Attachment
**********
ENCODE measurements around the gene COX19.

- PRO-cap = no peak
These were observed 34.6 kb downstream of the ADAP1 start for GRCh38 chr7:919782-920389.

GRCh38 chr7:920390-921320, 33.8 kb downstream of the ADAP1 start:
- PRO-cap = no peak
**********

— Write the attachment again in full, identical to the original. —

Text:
ENCODE measurements around the gene COX19.

- PRO-cap = no peak
These were observed 34.6 kb downstream of the ADAP1 start for GRCh38 chr7:919782-920389.

GRCh38 chr7:920390-921320, 33.8 kb downstream of the ADAP1 start:
- PRO-cap = no peak